The pDisplay-HA-L-endoglin expression vector containing the HA-tagged human full length (L)-endoglin has been described in [21]. pDisplay™ (Invitrogen, USA) is a 5.3 kb mammalian expression vector that allows display of proteins on the cell surface. Proteins expressed from pDisplay™ are fused at the N-terminus to the murine Ig κ-chain leader sequence, which directs the protein to the secretory pathway. The pCEXV-HA-L-endoglin expression vector contains the HA-tagged full length human L-endoglin, including its leader sequence and will be described elsewhere. Empty pCEEXV vector and empty pDisplay vector were used as transfection controls. HPAECs were transfected using Amaxa™ Basic Nucleofector™ Kit for Primary Mammalian Endothelial Cells (Lonza, Switzerland) applying optimal Nucleofector™ program M-003. The cells were used for experiments 18 h post-transfection.

In vitro model of MP generation

MPs were generated by an established method of serum starvation [22]. The untransfected or transfected HPAECs were grown in T75 flasks in 10 mL of serum- and growth factor-depleted medium. Following 24 h incubation, MPs were isolated from HPAEC conditioned media by sequential centrifugation.

HPAEC-MP co-culture experiments

In experiments involving co-culture of HPAECs with MPs, MPs obtained from 2 mL plasma were re-suspended in 2 mL of culture medium and plated on cells. Endoglin or VE-cadherin MP fractions were obtained by antibody-mediated immunoprecipitation with Dynabeads (Life Technologies). Briefly, 2 mL of MP suspension was incubated o/n with 30 μL Dynabeads linked with 5 μg of mouse anti-human endoglin (Millipore, USA) or mouse monoclonal anti-VE-cadherin antibody (Santa Cruz Biotechnology). The suspension was then placed in a magnetic holder and the supernatant was carefully collected without disturbing Dynabeads attached to the side of the tube. The beads were washed 3x in PBS. All samples (the beads, full MP fraction, VE-cadherin and endoglin MPs) were resolved by SDS-PAGE (30 μg protein/lane) and studied by western blotting. Endoglin levels were also measured in ELISA assay, as described above.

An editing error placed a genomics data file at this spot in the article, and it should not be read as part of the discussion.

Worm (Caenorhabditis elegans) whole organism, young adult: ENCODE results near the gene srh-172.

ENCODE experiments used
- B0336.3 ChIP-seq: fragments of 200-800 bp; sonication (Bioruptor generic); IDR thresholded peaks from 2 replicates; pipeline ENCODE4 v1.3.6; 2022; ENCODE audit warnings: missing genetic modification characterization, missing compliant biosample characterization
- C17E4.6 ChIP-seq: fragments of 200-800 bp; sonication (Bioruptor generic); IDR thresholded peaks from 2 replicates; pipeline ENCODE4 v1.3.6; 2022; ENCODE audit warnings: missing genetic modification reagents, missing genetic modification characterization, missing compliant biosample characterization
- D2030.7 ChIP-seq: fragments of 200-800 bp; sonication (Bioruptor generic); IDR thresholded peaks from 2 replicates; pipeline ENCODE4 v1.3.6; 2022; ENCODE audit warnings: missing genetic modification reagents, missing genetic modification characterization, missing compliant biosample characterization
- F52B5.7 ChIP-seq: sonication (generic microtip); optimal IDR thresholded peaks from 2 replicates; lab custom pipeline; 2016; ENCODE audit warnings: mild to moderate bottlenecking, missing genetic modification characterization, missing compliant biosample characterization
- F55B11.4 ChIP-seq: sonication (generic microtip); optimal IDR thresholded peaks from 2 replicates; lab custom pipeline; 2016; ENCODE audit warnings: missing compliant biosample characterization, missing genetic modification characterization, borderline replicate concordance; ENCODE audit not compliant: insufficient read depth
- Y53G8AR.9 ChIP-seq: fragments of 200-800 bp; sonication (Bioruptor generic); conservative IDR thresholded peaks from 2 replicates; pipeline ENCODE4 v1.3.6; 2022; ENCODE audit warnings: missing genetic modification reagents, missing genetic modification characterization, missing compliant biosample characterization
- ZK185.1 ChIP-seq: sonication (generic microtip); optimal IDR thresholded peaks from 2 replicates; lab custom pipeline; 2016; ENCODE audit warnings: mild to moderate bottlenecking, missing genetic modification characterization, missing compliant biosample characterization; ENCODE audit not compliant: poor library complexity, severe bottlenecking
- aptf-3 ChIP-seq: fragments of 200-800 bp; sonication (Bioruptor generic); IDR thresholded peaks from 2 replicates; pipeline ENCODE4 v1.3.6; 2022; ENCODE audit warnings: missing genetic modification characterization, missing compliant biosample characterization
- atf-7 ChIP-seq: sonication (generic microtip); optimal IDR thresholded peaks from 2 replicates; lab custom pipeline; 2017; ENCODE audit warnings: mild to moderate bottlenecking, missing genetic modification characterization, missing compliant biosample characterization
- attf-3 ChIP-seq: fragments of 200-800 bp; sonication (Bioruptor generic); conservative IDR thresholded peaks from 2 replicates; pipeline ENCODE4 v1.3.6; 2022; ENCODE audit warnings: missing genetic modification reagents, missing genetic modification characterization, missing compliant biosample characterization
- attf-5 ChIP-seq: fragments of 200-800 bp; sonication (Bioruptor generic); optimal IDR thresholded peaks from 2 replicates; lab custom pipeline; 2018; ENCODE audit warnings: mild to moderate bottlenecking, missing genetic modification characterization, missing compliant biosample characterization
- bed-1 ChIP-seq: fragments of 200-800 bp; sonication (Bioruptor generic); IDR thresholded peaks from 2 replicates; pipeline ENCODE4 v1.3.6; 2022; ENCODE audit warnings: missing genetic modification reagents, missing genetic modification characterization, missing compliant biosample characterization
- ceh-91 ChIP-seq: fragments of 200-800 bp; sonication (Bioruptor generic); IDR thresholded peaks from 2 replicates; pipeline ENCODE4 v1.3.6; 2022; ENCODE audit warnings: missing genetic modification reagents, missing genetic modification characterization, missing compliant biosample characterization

In co-culture experiments, HPAECs grown in 96-well plates were incubated with MP suspension obtained from patient plasma or from endoglin-overexpressing HPAECs. In some experiments, TGF-β (10 ng/mL) was added to the cells 1 h after the addition of MPs and incubated for further 1 h (smad phosphorylation) or 18 h (cell proliferation, angiogenesis and BMPRII expression).

Immunostaining and confocal laser scanning microscope

HPAECs grown on plastic coverslips in 24-well plates were incubated with MPs for 1–18 h, as appropriate. The cells were then fixed in 4 % formaldehyde in PBS, permeabilised with 0.1 % Triton X-100 and incubated with 2 % bovine serum albumin (BSA) to block non-specific antibody binding [23]. The coverslips were incubated with 50 μL of mouse anti-endoglin monoclonal antibody (10 μg/mL, Millipore, USA) and rabbit anti-HA polyclonal antibody (5 μg/mL, Santa Cruz Biotechnology, USA) in PBS for 1 h. Coverslips were then washed in PBS and incubated with TRITC (Tetramethylrhodamine-5-(and 6)-isothiocyanate)-phalloidin (1:100, Sigma) and Cy5-conjugated goat anti-mouse and FITC (Fluorescein isothiocyanate)-conjugated goat anti-rabbit antibody (10 μg/mL, Invitrogen, USA) for 1 h, washed in PBS and mounted in Vectashield mountant with nuclear stain DAPI (Vector Laboratories, USA). Fluorescent confocal images were taken using Leica TCS SP5 (Leica Microsystems, Germany).

Western blotting

Following electrophoresis and protein transfer, PVDF membranes were incubated overnight with mouse monoclonal anti-endoglin antibody (1 μg/mL, R&D, USA), mouse monoclonal anti-HA-probe antibody (1 μg/mL, Santa Cruz Biotechnology, USA), mouse monoclonal anti-VE-cadherin antibody (1 μg/mL, Santa Cruz Biotechnology, USA), mouse monoclonal anti-BMPRII antibody (0.5 μg/mL, R&D), mouse monoclonal anti- β-actin antibody (0.2 μg/mL, Sigma), rabbit anti-p-smad1,5,8 (0.5 μg/mL; Santa Cruz Biotechnology, USA) or mouse monoclonal anti-smad 1 antibody (0.5 μg/mL; Santa Cruz Biotechnology, USA). The membranes were washed in Tris-buffered saline with Tween 20, incubated with goat anti-mouse- or goat anti-rabbit polyclonal HRP-conjugated antibodies (0.2 μg/mL; DAKO, USA) for 1 h. Blots were developed in Luminata Crescendo Western HRP substrate (Millipore, USA) and analysed in BioRad ChemiDoc Imager.

Angiogenesis assay

Untransfected or transfected HPAECs were seeded on 40 μL of growth factor-reduced Matrigel (Corning™, # 354230) in a 96-well plate (14 × 103 cells per well) in growth factor-free medium containing 0.5 % FBS, with or without MPs (full fraction, VE-cadherin or endoglin) or TGF-β (10 ng/mL), as appropriate. Following 18 h incubation, the cells were fixed in 4 % formaldehyde in PBS and photographed under a phase contrast microscope (Olympus IX70, Japan) equipped with a Peltier CCD camera. Total tube length was calculated using Image J software.